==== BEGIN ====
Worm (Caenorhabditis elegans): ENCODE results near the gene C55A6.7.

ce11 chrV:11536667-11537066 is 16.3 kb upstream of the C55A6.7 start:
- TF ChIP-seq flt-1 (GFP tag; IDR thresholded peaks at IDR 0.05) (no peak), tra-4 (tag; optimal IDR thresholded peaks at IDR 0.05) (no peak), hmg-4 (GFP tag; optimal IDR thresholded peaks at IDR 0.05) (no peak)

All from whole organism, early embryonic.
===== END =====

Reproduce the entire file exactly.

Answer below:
Worm (Caenorhabditis elegans): ENCODE results near the gene C55A6.7.

ce11 chrV:11536667-11537066 is 16.3 kb upstream of the C55A6.7 start:
- TF ChIP-seq flt-1 (GFP tag; IDR thresholded peaks at IDR 0.05) (no peak), tra-4 (tag; optimal IDR thresholded peaks at IDR 0.05) (no peak), hmg-4 (GFP tag; optimal IDR thresholded peaks at IDR 0.05) (no peak)

All from whole organism, early embryonic.